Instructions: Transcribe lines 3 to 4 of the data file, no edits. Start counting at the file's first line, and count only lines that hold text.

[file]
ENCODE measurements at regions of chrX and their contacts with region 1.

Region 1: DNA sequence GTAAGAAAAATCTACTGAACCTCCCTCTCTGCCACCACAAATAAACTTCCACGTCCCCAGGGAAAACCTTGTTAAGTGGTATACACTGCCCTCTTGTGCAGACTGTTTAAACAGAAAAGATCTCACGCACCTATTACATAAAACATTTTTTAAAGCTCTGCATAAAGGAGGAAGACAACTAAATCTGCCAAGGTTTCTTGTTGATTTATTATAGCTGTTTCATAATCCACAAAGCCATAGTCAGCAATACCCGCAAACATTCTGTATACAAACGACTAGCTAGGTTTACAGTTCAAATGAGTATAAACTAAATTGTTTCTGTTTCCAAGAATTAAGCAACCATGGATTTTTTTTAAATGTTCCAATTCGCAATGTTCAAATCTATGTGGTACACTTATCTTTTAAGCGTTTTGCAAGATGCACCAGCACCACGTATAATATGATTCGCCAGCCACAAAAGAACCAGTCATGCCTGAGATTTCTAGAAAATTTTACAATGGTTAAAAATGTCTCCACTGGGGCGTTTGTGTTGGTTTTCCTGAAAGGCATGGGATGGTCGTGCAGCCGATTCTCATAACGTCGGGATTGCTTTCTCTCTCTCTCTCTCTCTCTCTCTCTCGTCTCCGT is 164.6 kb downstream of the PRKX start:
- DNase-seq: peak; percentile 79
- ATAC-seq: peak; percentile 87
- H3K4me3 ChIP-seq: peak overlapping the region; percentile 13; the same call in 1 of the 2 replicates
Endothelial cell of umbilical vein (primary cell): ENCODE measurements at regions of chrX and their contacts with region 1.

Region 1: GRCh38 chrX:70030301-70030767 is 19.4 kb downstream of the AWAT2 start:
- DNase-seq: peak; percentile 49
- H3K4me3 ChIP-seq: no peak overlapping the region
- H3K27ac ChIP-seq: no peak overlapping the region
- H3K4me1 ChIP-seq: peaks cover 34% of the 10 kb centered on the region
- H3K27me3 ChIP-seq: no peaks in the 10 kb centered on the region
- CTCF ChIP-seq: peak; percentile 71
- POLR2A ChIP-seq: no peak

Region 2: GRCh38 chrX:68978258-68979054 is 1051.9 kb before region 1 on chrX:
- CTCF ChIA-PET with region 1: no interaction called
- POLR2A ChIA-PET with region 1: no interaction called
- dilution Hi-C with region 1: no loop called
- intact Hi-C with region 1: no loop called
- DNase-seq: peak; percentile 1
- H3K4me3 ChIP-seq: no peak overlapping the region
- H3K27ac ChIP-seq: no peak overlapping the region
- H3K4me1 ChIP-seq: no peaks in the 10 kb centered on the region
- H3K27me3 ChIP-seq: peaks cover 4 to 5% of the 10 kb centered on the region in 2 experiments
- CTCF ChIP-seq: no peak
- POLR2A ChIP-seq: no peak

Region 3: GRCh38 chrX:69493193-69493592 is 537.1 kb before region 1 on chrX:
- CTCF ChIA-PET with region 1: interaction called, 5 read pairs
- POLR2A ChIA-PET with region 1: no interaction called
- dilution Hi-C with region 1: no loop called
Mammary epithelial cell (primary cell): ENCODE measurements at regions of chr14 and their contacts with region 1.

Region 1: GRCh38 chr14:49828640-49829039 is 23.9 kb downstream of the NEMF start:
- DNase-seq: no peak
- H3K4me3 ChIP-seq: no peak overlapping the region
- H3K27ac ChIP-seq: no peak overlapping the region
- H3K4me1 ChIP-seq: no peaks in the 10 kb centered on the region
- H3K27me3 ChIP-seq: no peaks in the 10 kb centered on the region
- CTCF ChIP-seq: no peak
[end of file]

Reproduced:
- DNase-seq: peak; percentile 79
- ATAC-seq: peak; percentile 87